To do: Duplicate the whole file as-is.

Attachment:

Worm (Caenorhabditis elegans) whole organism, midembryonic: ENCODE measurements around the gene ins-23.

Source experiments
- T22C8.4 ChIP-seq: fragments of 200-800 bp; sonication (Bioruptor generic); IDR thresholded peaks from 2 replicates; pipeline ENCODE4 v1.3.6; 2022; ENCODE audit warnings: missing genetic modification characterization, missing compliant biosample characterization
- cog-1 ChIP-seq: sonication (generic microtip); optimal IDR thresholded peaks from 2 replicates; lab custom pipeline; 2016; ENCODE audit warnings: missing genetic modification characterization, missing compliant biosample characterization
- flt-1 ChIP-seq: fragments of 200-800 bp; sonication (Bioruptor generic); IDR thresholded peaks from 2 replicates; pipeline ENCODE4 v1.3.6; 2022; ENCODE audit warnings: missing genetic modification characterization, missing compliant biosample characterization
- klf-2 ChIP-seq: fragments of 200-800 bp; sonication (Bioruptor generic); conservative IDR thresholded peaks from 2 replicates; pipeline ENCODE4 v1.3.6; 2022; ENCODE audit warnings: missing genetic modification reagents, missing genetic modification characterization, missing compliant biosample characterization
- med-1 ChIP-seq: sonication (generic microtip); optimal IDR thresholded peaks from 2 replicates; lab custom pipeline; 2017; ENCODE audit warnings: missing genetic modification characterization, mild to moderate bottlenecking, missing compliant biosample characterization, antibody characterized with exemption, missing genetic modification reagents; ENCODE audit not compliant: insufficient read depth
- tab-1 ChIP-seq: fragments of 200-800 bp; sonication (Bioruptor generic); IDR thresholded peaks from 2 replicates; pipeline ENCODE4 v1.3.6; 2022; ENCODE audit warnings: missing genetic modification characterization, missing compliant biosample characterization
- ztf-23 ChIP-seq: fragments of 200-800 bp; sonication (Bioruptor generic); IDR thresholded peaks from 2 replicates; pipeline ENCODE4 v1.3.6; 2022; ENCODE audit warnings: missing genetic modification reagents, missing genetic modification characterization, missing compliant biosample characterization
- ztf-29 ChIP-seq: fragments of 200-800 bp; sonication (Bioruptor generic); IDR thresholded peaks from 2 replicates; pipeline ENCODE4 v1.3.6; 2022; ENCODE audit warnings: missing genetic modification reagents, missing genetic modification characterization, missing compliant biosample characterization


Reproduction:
Worm (Caenorhabditis elegans) whole organism, midembryonic: ENCODE measurements around the gene ins-23.

Source experiments
- T22C8.4 ChIP-seq: fragments of 200-800 bp; sonication (Bioruptor generic); IDR thresholded peaks from 2 replicates; pipeline ENCODE4 v1.3.6; 2022; ENCODE audit warnings: missing genetic modification characterization, missing compliant biosample characterization
- cog-1 ChIP-seq: sonication (generic microtip); optimal IDR thresholded peaks from 2 replicates; lab custom pipeline; 2016; ENCODE audit warnings: missing genetic modification characterization, missing compliant biosample characterization
- flt-1 ChIP-seq: fragments of 200-800 bp; sonication (Bioruptor generic); IDR thresholded peaks from 2 replicates; pipeline ENCODE4 v1.3.6; 2022; ENCODE audit warnings: missing genetic modification characterization, missing compliant biosample characterization
- klf-2 ChIP-seq: fragments of 200-800 bp; sonication (Bioruptor generic); conservative IDR thresholded peaks from 2 replicates; pipeline ENCODE4 v1.3.6; 2022; ENCODE audit warnings: missing genetic modification reagents, missing genetic modification characterization, missing compliant biosample characterization
- med-1 ChIP-seq: sonication (generic microtip); optimal IDR thresholded peaks from 2 replicates; lab custom pipeline; 2017; ENCODE audit warnings: missing genetic modification characterization, mild to moderate bottlenecking, missing compliant biosample characterization, antibody characterized with exemption, missing genetic modification reagents; ENCODE audit not compliant: insufficient read depth
- tab-1 ChIP-seq: fragments of 200-800 bp; sonication (Bioruptor generic); IDR thresholded peaks from 2 replicates; pipeline ENCODE4 v1.3.6; 2022; ENCODE audit warnings: missing genetic modification characterization, missing compliant biosample characterization
- ztf-23 ChIP-seq: fragments of 200-800 bp; sonication (Bioruptor generic); IDR thresholded peaks from 2 replicates; pipeline ENCODE4 v1.3.6; 2022; ENCODE audit warnings: missing genetic modification reagents, missing genetic modification characterization, missing compliant biosample characterization
- ztf-29 ChIP-seq: fragments of 200-800 bp; sonication (Bioruptor generic); IDR thresholded peaks from 2 replicates; pipeline ENCODE4 v1.3.6; 2022; ENCODE audit warnings: missing genetic modification reagents, missing genetic modification characterization, missing compliant biosample characterization